Student loans can become a terrible financial burden under a lot of circumstances. Don’t believe for one second that financial duress only happens to people with low incomes. Here are some of the main questions you may ask yourself about student consolidation loans:
- But what exactly is loan consolidation?
- What types of student loan programs feature consolidation plans?
- Where can you find a student loan consolidation lender?
- Is consolidation a choice that’s right for you?
Consolidating Services: Nuts and Bolts
Here’s how it works: When you consolidate your loans, be they federal or private, you essentially secure a new loan. You apply specifically for a consolidation loan with a lender. The term, “consolidate,” means to combine. This is a misnomer: your loans are not combined (even though this is what seems to take place behind the financial scenes), but the lender making your consolidation loan literally pays off your other loans, the loans you couldn’t afford to pay, even if they are owed to multiple lenders. In their place you have a new loan with a new interest rate, one monthly payment and a new repayment term. Your consolidation loan is a new loan you owe directly to this current lender, no one else involved. That’s one of the advantages.
Ideally, a student consolidation loan comes packaged with a markedly lower monthly payment and possibly lower interest rate. A longer repayment term is almost a guarantee—this is how banks make your lower monthly payments possible. This is how a loan consolidation essentially works.
Is consolidating the solution to your problems?
Only you can answer that question. Check out our self-assessment quiz and see if you fall into the category for those for whom a consolidation loan may be a good choice.
Where to Look to Find Deals
Of course the same rules apply for consolidation loans as apply for regular financial aid: always go for government consolidation loans first either through the Direct Loan Consolidation or the FFELP. If you need direction there are a plenty of consolidation loan services that provide free and useful advice and resources for consolidation borrowers like you.
Popular Debt Consolidation Programs
Think about it: the Stafford Loans are the single most popular student loan—widely disbursed on behalf of undergraduate and graduate students alike, in both subsidized and unsubsidized versions. Many students carry both varieties of Staffords. It stands to reason then, doesn’t it, that there would be a slew of Stafford Loan consolidations?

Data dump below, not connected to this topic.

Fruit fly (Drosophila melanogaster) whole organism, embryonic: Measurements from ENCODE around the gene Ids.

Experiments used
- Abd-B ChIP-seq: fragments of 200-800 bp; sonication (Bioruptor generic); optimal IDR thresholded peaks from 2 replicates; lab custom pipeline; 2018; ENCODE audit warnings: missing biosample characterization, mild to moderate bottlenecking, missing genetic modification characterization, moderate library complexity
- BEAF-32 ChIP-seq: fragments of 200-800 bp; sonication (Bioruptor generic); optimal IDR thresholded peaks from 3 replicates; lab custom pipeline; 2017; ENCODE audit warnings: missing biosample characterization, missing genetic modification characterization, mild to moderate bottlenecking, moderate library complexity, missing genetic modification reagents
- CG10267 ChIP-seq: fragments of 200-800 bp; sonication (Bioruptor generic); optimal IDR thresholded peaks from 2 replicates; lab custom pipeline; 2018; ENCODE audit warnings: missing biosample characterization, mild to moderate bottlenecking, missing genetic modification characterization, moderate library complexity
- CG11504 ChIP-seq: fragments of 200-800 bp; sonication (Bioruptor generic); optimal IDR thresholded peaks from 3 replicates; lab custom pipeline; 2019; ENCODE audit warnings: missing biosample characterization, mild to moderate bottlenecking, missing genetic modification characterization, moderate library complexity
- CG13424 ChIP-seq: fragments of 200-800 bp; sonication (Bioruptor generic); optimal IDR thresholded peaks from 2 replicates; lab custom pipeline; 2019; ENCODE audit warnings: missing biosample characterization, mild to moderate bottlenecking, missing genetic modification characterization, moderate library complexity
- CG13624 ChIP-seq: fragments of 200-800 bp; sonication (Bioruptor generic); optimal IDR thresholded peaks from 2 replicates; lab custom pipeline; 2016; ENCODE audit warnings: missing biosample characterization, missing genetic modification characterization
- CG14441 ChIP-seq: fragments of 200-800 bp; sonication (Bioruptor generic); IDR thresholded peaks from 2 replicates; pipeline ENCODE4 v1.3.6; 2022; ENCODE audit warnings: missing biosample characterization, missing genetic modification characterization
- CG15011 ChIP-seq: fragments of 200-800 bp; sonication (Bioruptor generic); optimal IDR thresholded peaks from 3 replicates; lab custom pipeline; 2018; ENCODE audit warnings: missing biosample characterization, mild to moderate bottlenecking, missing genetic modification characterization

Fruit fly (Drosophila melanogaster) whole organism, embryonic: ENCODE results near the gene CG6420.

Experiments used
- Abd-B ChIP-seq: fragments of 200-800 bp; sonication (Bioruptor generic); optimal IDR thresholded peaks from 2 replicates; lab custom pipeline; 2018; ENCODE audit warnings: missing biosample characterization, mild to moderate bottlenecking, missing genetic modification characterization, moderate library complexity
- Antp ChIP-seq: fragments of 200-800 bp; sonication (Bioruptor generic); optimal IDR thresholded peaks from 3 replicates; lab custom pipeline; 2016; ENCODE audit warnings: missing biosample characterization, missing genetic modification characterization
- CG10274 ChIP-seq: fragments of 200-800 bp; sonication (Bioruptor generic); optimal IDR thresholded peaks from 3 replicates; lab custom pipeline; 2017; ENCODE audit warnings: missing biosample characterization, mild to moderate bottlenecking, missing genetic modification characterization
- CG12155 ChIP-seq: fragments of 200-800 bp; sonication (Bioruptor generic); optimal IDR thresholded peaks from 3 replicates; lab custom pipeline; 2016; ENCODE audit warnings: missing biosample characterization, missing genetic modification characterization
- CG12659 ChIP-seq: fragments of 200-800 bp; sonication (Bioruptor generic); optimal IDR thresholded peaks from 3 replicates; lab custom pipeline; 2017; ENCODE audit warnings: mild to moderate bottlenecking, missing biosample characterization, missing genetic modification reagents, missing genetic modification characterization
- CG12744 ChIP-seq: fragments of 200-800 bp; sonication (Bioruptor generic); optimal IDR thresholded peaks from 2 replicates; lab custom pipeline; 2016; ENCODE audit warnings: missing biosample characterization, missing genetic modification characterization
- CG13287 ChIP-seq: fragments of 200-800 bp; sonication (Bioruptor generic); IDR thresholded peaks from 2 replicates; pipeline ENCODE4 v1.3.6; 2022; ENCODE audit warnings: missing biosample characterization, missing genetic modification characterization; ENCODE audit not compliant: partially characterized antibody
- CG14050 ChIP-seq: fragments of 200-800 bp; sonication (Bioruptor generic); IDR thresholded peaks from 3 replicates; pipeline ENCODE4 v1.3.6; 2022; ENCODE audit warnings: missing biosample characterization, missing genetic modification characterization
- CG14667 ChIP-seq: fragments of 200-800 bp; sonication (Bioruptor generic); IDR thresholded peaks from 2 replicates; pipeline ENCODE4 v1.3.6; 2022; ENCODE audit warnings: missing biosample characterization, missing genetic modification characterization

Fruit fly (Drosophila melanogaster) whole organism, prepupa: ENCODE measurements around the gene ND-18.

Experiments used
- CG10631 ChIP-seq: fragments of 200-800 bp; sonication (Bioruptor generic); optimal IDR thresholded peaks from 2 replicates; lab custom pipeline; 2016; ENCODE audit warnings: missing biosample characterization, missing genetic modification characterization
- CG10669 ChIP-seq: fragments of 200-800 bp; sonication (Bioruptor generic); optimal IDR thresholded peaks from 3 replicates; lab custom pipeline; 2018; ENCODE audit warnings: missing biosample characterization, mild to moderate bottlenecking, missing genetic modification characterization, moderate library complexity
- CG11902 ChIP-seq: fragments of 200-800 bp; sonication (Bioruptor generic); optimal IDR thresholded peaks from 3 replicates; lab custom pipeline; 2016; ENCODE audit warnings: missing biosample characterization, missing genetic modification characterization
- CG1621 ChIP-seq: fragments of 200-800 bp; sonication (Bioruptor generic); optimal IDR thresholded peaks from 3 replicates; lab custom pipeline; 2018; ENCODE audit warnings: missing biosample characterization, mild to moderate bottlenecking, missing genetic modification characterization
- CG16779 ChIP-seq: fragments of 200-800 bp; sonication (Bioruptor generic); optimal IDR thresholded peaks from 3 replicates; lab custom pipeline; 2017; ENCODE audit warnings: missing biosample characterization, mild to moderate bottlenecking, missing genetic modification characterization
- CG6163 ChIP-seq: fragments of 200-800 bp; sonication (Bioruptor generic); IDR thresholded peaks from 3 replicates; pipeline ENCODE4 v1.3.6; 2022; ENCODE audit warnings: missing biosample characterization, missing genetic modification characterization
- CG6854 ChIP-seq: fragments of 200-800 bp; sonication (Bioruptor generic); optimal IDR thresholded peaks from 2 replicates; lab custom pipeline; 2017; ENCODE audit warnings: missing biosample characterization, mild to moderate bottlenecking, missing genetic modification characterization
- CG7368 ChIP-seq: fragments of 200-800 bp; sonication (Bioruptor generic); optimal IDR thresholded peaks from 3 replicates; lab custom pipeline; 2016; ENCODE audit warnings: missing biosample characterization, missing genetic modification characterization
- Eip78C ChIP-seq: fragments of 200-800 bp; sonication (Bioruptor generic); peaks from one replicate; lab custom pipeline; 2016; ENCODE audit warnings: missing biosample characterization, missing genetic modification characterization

But even though the Stafford Loans are the most widely disbursed loans, they are only a small piece of the student loan pie. There are PLUS Loan consolidations and ways to consolidate a Perkins Loan, plus options for graduate refinancing and alumni consolidation loans, as well as types of loans suitable for undergraduate consolidation. Other relevant places to look for loan consolidation:
- What do you do if you need a loan consolidation while you’re still in school? Some borrowers still look for those in-school consolidation deals that were permissible before July 2006. There are still one or two ways some lenders manage to find a way to make an in-school consolidation loan work while you finish school.
- Consolidation of your private loans typically require you agree to a credit check. What if your credit is less than desirable? What are your best bets for a “bad credit consolidation loan”?
- With the passage of the Higher Education Access Act of 2007, lenders are a bit more cautious with their loan products especially consolidations, so the former easy deals with cash-back rebates and cheap consolidation loans has all but dried up. When competition heats up for borrower business there may be a few lenders still pushing the envelope.
School Loan Help You May Not Know About
Financial relief has arrived for some graduate students, particularly if your major field is one of those with high dollar student loans. We’ll show you how you can refinance loans from med school and law school, and access elusive chiropractic consolidation loans all in the name of your meager grad student budget.
What’s even better is that many of these seemingly little known loans are all available through many student loan lenders; perhaps the same you used for your original student loans.